In today’s surreal political landscape, the president claims that 3-5 million people voted illegally in November and has called for an investigation, but offers no credible evidence for his claims.
Just last month, President Donald Trump asserted that thousands of people were bused into New Hampshire from liberal-leaning Massachusetts to vote illegally on Election Day – again with no proof.
Many Americans buy the president’s phony storyline. A recent Politico/Morning Consult poll showed 43 percent of registered voters believe voter fraud is somewhat common or very common in a typical presidential election.
Voter fraud – voting by the deceased, voting by noncitizens, and voting more than once –is a serious offense. But election officials and leading voting experts find no evidence of significant voter fraud in U.S. elections, including in 2016.
In a comprehensive study by Justin Levitt of Loyola Law School, only 31 instances of voter fraud were found in more than 1 billion votes cast in U.S. elections between 2000 and 2014. Secretary of State Alex Padilla’s office is examining only 423 of the 23 million total votes cast in California’s 2016 primary and general elections, the nonpartisan journalism nonprofit CALmatters reported. And not one of these cases involves allegations of voting by an undocumented immigrant.
Our electoral system has checks, counterchecks and paper trails to prevent voter impersonation and voting more than one time in an election. As for voting by non-citizens, there is little evidence for it, in part because there is no real incentive for it.
Non-citizens who vote in a U.S. election would face a felony, derailing of their efforts to become citizens, and deportation. Most undocumented individuals are unlikely to try to vote, since voting invites contact with government officials. The payoff just isn’t there.
And yet Trump’s conspiracy theories are shaping public opinion, generating worries about the integrity of our political process. This climate of doubt is providing legislators in some states with a pretext to introduce more restrictive voting practices.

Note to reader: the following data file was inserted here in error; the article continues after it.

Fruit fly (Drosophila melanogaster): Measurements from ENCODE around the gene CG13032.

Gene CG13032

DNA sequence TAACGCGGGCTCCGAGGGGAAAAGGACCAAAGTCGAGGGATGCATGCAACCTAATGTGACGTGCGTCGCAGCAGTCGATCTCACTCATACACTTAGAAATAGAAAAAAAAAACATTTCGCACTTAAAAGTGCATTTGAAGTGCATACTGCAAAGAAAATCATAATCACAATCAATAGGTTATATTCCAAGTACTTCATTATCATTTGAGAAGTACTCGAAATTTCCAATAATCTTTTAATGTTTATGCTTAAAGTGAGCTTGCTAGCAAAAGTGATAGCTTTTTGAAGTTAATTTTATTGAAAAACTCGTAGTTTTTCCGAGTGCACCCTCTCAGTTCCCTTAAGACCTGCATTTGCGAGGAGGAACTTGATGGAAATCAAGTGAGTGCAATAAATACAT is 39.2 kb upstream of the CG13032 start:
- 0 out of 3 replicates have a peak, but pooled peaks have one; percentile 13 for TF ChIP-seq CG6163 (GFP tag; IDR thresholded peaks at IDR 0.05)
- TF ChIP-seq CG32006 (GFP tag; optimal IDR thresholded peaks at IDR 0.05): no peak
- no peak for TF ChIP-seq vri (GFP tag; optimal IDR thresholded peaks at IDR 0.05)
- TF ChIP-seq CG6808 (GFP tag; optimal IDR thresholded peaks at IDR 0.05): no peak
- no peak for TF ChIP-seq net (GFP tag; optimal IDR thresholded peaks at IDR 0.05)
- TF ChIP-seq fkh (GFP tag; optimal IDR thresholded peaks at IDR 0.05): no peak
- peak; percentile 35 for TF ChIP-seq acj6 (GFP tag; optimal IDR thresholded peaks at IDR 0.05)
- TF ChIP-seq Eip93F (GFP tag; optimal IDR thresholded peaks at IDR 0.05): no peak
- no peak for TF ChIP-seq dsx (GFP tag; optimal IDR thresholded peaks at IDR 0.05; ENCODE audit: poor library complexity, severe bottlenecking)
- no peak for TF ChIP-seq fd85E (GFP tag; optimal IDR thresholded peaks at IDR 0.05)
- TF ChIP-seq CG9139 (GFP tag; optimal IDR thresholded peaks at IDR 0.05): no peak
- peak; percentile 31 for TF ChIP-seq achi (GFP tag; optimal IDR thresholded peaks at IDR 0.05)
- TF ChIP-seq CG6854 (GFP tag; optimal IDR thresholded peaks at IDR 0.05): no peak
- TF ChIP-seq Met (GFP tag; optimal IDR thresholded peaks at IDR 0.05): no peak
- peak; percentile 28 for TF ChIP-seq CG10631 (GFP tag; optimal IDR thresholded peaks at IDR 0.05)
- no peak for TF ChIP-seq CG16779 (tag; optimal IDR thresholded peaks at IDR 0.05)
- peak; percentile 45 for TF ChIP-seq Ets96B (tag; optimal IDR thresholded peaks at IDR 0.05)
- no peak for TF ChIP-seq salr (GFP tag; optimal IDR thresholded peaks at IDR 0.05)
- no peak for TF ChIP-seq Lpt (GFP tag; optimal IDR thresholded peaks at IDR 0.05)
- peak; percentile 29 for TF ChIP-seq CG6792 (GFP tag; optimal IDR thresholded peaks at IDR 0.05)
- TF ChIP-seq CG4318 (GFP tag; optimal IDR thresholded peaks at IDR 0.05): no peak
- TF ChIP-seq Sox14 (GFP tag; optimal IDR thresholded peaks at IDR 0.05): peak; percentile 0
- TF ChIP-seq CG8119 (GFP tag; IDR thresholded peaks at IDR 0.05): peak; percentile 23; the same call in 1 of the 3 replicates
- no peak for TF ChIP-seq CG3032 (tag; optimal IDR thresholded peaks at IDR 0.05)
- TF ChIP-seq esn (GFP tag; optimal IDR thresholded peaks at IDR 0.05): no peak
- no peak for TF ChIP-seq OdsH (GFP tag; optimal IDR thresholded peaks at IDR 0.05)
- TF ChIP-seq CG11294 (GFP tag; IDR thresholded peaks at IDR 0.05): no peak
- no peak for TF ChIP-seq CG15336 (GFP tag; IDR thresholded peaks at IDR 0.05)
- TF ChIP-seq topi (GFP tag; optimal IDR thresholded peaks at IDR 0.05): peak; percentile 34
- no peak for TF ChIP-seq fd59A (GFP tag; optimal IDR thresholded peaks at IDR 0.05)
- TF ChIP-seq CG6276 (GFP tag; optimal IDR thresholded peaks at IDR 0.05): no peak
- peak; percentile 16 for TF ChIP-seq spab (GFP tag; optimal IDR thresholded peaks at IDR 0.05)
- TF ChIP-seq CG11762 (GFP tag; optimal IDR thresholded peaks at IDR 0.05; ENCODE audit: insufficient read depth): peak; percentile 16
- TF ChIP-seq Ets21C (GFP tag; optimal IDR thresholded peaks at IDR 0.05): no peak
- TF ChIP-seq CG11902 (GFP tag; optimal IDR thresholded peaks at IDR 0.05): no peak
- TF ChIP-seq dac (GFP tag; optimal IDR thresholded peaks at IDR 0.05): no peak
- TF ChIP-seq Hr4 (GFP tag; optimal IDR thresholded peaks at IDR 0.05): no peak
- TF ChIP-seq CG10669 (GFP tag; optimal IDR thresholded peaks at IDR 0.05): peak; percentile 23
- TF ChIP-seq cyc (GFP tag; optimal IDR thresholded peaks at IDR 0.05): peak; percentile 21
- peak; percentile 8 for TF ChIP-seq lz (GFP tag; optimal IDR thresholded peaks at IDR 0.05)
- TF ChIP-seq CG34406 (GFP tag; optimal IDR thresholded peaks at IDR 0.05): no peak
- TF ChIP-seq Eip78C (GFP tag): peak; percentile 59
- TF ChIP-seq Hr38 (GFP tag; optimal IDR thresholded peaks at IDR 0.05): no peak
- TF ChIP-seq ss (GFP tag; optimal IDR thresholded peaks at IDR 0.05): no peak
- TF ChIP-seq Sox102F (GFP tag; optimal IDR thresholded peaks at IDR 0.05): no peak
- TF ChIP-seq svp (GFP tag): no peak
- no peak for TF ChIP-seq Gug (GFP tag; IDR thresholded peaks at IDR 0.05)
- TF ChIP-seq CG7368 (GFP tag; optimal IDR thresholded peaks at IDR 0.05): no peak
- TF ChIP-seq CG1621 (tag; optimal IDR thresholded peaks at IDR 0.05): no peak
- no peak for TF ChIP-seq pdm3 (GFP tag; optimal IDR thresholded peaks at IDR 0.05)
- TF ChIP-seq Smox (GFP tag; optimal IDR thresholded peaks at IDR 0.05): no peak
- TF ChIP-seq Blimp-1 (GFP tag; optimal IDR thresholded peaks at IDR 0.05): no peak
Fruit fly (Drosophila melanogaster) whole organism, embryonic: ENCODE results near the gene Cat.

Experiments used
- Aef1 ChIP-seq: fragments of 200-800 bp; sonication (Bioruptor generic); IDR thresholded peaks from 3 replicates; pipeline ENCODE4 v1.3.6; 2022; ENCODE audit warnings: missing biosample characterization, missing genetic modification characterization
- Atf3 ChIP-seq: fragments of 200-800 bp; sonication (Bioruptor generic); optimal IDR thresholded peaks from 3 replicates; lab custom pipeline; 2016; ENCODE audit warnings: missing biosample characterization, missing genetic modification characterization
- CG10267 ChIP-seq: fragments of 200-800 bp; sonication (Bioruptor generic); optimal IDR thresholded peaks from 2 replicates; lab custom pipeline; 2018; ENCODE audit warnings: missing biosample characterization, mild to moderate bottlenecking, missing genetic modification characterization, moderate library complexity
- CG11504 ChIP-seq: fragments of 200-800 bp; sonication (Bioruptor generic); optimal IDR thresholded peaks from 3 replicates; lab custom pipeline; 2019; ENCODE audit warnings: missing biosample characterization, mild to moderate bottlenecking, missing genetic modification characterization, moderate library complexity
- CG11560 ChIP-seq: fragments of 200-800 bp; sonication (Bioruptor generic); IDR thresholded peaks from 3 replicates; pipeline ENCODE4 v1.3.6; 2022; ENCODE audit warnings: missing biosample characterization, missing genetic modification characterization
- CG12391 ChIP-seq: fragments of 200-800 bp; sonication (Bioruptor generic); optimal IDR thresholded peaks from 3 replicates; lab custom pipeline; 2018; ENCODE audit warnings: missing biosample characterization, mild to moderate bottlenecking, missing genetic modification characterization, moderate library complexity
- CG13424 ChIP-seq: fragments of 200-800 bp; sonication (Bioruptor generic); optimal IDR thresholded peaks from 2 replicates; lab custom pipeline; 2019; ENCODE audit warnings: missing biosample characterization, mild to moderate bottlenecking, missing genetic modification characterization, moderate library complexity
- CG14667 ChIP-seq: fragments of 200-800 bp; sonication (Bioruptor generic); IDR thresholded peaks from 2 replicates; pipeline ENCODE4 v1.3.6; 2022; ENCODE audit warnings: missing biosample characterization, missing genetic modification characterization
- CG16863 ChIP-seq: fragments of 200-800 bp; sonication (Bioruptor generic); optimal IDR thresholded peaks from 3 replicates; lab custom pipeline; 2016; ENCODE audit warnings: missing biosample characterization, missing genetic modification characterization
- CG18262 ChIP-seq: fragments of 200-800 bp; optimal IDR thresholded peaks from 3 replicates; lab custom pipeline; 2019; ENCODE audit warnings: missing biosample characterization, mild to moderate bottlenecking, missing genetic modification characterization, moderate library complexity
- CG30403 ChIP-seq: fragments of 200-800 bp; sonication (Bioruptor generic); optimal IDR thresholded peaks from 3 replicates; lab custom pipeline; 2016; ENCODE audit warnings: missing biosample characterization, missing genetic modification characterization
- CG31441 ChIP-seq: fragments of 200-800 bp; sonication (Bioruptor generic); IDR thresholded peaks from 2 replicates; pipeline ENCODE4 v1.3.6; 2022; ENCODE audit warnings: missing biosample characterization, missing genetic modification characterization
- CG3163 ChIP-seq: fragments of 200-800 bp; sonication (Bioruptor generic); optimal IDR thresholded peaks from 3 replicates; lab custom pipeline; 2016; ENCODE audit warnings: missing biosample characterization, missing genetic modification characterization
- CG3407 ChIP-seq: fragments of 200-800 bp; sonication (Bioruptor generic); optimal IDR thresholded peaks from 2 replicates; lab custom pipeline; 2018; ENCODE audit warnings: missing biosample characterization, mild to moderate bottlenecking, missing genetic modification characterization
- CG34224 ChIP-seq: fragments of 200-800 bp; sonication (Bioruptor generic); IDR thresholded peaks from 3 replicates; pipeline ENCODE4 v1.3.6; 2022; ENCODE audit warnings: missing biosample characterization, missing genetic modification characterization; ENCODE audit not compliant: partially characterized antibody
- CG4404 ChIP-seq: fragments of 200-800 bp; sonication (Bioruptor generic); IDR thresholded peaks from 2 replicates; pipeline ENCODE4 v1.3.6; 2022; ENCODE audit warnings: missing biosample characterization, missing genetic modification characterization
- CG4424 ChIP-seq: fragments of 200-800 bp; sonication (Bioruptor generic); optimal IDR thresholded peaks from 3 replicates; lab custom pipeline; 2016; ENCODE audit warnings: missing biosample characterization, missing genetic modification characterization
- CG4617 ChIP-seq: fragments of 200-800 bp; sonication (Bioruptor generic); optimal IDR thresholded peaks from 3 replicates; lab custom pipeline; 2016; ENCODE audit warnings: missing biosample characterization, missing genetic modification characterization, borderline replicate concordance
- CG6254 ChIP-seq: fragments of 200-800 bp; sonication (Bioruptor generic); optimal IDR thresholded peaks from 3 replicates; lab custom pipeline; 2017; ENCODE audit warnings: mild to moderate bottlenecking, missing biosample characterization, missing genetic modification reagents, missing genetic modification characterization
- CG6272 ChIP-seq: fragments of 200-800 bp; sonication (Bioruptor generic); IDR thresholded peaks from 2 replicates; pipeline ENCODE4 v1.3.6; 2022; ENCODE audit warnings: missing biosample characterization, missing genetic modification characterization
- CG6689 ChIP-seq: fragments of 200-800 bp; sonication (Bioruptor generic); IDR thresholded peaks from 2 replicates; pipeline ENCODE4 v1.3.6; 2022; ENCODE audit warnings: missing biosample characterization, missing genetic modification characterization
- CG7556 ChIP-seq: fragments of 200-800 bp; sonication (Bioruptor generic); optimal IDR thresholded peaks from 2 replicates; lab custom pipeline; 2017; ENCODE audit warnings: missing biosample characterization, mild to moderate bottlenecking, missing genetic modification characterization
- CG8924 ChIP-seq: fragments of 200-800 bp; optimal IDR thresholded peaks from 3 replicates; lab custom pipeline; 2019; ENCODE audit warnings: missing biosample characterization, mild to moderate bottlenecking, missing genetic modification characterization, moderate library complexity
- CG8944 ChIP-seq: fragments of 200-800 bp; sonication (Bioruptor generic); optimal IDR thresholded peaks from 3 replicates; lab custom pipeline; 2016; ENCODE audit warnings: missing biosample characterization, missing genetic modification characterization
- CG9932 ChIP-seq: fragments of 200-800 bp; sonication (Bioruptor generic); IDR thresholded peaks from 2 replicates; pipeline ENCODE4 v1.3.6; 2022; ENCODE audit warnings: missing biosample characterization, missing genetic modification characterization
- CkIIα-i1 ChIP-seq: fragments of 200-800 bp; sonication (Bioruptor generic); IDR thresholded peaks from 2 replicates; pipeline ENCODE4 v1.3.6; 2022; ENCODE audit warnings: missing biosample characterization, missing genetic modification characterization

Citing voter fraud as a justification, lawmakers in North Dakota, Arkansas and Georgia are pursuing new restrictive voting legislation. At least 23 more states are considering similar bills, according to the Brennan Center for Justice.
For a sense of the anxiety the public feels, take a look at social media threads or reader comments posted at the ends of news articles debunking voter fraud claims. You’ll find concerned and sometimes angry people – including many Californians – who fear their state and country are being taken away from them by “illegal” immigrants voting fraudulently.
Others in the country may not be ready to buy the whole conspiracy story. But they think that requirements such as voter IDs seem like commonsense ways to protect the integrity of the franchise. Such measures can erode the very concept of voters’ rights, suppressing minority and low-income voters, who are less likely to carry IDs according to research, and creating unfair advantages for some groups
Indeed, some of these voting limitations already have been exposed as an assault on the democratic process. In July, a federal court in North Carolina ruled voting restrictions “target African Americans with almost surgical precision.”
Trump’s rhetoric is helping to set the stage for troubling changes at the federal level. U.S. Attorney General Jeff Sessions reversed the Justice Department’s long-standing position in a Texas case that state lawmakers intended to discriminate when they passed a strict voter-ID law.
False and inflammatory claims hurt the foundation of our republic. By targeting some voters, they target us all. Concerned Americans must join in refuting Trump’s claims, and safeguarding our electoral process
Mindy Romero is director of the California Civic Engagement Project at the UC Davis Center for Regional Change. She can be reached at email@example.com.